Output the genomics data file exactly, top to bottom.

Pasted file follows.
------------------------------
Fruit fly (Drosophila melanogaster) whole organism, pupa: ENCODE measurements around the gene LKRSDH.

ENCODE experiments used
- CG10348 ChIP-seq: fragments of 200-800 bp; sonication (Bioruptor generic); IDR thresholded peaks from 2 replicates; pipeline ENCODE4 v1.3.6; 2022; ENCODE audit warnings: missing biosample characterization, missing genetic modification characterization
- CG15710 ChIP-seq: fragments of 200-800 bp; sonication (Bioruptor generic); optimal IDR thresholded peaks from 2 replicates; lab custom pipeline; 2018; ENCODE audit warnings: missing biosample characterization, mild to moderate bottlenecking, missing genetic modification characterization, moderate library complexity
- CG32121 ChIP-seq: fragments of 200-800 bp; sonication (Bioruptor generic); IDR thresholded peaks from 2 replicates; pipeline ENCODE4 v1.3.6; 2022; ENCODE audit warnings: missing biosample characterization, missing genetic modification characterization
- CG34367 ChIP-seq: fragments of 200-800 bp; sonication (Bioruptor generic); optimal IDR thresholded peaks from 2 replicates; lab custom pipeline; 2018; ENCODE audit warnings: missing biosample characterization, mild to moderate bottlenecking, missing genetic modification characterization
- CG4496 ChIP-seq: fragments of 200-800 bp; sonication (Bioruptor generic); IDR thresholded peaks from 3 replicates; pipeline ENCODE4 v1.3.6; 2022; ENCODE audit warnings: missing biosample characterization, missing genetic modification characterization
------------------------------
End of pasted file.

Fruit fly (Drosophila melanogaster) whole organism, pupa: ENCODE measurements around the gene LKRSDH.

ENCODE experiments used
- CG10348 ChIP-seq: fragments of 200-800 bp; sonication (Bioruptor generic); IDR thresholded peaks from 2 replicates; pipeline ENCODE4 v1.3.6; 2022; ENCODE audit warnings: missing biosample characterization, missing genetic modification characterization
- CG15710 ChIP-seq: fragments of 200-800 bp; sonication (Bioruptor generic); optimal IDR thresholded peaks from 2 replicates; lab custom pipeline; 2018; ENCODE audit warnings: missing biosample characterization, mild to moderate bottlenecking, missing genetic modification characterization, moderate library complexity
- CG32121 ChIP-seq: fragments of 200-800 bp; sonication (Bioruptor generic); IDR thresholded peaks from 2 replicates; pipeline ENCODE4 v1.3.6; 2022; ENCODE audit warnings: missing biosample characterization, missing genetic modification characterization
- CG34367 ChIP-seq: fragments of 200-800 bp; sonication (Bioruptor generic); optimal IDR thresholded peaks from 2 replicates; lab custom pipeline; 2018; ENCODE audit warnings: missing biosample characterization, mild to moderate bottlenecking, missing genetic modification characterization
- CG4496 ChIP-seq: fragments of 200-800 bp; sonication (Bioruptor generic); IDR thresholded peaks from 3 replicates; pipeline ENCODE4 v1.3.6; 2022; ENCODE audit warnings: missing biosample characterization, missing genetic modification characterization